The Indianapolis-based Lilly Endowment has announced grants totaling $48 million to ten local human services agencies in support of their long-term financial sustainability plans.
Grants ranging from $1 million to $10 million — with the amount determined by the grantee's annual operating budget, the number of individuals it serves, and other factors — will support the organizations' individual plans for building the financial capacity needed to be more effective in their work, including establishing endowments that can provide resources over the long term, bolstering employee recruitment and retention efforts, updating technology and facilities to help improve the delivery of services, and investing in communications, marketing, and fundraising.
Grant recipients include Catholic Charities Indianapolis ($1 million), Dayspring Center ($1 million), HVAF of Indiana ($5 million), and Wheeler Mission ($10 million), which provide services for homeless individuals, families, and veterans; AYS ($7.5 million), Early Learning Indiana ($10 million), and St. Mary's Child Center ($5 million), which offer before- and afterschool programs for children and youth; the Julian Center ($1 million) and Coburn Place ($2.5 million), which assist victims of domestic violence with housing, counseling, and case management services; and the Indianapolis Urban League ($5 million), which provides workforce training, family support services, and health education and works to support economic self-sufficiency, leadership development, and civil rights advocacy. This is the fourth round of grants the endowment has awarded since 2015 in support of the long-term sustainability of nonprofits in central Indiana, bringing the total awarded through the initiative to $328 million.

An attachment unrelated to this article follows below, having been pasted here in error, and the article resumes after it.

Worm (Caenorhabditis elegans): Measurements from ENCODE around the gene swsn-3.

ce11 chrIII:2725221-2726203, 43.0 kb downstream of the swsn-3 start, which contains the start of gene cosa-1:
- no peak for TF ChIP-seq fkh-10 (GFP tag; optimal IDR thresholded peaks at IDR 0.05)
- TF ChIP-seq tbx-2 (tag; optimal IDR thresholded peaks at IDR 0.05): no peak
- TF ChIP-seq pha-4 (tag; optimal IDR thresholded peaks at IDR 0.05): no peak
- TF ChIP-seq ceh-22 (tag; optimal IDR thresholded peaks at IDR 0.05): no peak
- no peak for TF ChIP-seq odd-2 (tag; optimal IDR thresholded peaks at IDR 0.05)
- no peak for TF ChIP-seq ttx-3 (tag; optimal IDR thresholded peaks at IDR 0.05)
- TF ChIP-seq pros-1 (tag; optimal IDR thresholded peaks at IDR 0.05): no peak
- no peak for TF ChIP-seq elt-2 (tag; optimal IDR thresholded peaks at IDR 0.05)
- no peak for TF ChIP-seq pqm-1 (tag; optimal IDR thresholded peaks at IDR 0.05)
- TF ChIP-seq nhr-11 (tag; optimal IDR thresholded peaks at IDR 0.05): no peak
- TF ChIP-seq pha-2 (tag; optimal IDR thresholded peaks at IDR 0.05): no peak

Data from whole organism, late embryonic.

"The grants are designed to help these valuable organizations build long-term financial strength and resiliency," said Rob Smith, the endowment's vice president for community development. "The grants [are] not intended to fund ongoing operating support that is essential for these organizations to meet the day-to-day needs of the children, families and individuals they serve. In fact, we hope our grants help these agencies more effectively attract additional support for their critically important work."
(Photo credit: Dayspring Center)